Nearly two centuries ago, Thomas Jefferson said, “Science is my passion; politics, my duty.” 48 Nobel Laureates took this to heart in their public endorsement of John Kerry in the run up to the US election. Whichever way the vote goes, there will be significant implications for the wider scientific community.

It comes as little surprise that both Bush and Kerry promise to support scientific research funding and education in schools for the next generation, high- tech work force. Both highlight energy as a crucial issue – with Bush pushing clean coal and hydrogen as future fuels. The two are divided over global warming, however; Kerry promises to take the US back to the Kyoto negotiating table, while Bush remains firmly skeptical. Kerry is taking a strong stance on two prominent issues: to lift Bush's ban on stem- cell research and overturn his decision on storing nuclear waste at Yucca Mountain. While both candidates promise wider access to broadband, Kerry also pledges to focus efforts on nanotechnology, biotechnology, and advanced manufacturing. In a statement that may surprise many outside the US, Kerry vows to “once again make America the world leader in science”. But perhaps he has been reading the National Science Board's (NSB) biennial report, Science and Engineering (S&E) Indicators 2004, which paints an uncertain picture of the future of science in the US.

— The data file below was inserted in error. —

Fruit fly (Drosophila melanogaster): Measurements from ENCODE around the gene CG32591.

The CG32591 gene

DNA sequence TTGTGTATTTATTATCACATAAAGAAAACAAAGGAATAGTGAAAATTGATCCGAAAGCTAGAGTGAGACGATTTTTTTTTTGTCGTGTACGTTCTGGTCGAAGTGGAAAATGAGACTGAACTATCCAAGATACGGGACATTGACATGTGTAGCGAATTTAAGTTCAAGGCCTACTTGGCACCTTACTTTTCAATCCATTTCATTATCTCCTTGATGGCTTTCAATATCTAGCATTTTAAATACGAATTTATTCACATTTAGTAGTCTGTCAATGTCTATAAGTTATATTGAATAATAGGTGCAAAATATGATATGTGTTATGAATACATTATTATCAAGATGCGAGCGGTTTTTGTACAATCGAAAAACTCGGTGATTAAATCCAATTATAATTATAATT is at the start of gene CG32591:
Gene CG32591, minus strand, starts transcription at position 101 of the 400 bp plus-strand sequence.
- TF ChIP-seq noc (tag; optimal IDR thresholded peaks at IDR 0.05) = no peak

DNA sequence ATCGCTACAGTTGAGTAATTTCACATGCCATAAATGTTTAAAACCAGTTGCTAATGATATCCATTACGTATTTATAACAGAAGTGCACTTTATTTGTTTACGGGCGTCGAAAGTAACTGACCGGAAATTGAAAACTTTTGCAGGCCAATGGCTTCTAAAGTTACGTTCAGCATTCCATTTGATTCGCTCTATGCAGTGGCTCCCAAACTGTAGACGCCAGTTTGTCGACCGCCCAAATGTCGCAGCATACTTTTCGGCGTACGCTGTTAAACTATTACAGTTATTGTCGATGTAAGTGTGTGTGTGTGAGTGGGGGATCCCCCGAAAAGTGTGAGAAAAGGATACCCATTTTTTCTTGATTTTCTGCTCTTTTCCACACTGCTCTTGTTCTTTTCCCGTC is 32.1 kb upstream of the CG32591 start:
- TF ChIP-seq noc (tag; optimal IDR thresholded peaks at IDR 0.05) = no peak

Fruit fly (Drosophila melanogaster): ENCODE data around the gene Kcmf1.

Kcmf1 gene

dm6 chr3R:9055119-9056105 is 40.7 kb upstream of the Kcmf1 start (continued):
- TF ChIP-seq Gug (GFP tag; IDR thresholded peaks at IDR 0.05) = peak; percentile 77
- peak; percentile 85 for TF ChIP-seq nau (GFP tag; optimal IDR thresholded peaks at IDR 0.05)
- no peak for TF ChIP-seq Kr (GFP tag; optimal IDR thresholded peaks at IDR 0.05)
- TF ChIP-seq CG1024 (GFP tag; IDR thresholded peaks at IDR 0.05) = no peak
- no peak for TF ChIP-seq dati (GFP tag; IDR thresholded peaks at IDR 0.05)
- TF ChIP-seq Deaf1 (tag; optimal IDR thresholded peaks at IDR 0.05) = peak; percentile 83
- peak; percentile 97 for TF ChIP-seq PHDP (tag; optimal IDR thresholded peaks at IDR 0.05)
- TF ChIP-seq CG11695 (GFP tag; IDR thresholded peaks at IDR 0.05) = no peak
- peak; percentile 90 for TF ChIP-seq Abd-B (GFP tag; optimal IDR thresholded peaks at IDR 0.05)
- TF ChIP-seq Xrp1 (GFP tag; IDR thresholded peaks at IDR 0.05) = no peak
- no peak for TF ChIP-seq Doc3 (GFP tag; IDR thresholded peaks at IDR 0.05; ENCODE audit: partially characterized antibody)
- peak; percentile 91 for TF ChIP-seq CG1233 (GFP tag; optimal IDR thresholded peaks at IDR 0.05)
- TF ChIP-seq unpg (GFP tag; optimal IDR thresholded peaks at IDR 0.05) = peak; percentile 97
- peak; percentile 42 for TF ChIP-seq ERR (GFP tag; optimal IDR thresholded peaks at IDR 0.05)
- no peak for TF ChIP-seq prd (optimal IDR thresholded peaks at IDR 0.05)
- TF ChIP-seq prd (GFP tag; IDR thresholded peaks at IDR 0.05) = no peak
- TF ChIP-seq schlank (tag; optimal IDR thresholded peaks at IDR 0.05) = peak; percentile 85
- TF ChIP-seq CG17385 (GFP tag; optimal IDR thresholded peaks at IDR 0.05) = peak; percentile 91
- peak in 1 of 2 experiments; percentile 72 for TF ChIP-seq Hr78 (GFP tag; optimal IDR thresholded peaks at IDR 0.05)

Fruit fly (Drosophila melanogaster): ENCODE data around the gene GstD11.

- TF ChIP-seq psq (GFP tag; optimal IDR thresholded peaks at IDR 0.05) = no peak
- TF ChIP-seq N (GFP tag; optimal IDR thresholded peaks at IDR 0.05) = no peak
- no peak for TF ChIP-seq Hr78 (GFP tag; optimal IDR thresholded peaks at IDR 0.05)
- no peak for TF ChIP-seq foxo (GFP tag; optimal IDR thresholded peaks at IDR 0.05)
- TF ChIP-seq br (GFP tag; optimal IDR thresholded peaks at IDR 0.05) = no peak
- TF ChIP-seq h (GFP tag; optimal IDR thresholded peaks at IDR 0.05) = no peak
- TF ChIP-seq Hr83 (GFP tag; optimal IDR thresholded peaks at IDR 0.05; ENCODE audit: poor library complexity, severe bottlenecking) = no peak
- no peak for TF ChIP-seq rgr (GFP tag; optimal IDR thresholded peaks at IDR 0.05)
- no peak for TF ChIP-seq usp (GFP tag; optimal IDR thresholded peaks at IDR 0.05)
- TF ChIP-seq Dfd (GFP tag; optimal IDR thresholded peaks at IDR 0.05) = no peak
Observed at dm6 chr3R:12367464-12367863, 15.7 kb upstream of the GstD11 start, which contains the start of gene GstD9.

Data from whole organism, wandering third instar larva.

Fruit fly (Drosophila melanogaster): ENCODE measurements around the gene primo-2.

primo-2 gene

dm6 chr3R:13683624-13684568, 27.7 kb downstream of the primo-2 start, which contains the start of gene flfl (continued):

There is no arguing that the country has an enviable position as the world's leader in science: in 2001, it accounted for 44% of the combined R&D funding of the 30 members of the Organization for Economic Cooperation and Development (OECD); generated one- third of the world's research articles; and had a 33% share of global high- tech markets, holding the highest market share in four of the five sectors (Europe's lead in pharmaceuticals being the only exception). However, in recent years non- OECD countries, particularly China, the Russian Federation, and Taiwan, have increased their R&D spend relative to OECD members; Western Europe has overtaken the US in the total number of S&E articles, while output from China, South Korea, Singapore, and Taiwan is growing rapidly; and although the US has maintained a steady grip on high- tech manufacturing, Asia is making headway.

The scientific work force also presents a challenge. Unlike Japan and many European nations, who have aging and declining populations, the US is growing. Europe and Japan are taking active measures to tempt scientists and engineers from abroad, encourage their own nationals to return, and attract new groups such as women and minorities. The issues for the US are rather different, since it has traditionally relied on foreign- born scientists and engineers to fuel its S&E engine. But 9/11 security concerns surrounding visas and the growth of new economies in China and Asia have curtailed this resource. NSB chair Warren M. Washington believes that the US must look elsewhere. “We have benefited from minimal competition in the global S&E labor market, but attractive and competitive alternatives are now expanding around the world. We must develop more fully our native talent,” he says.

By the time you read this, it will be Bush or Kerry's responsibility to address these issues.

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DOI: 10.1016/S1369-7021(04)00477-8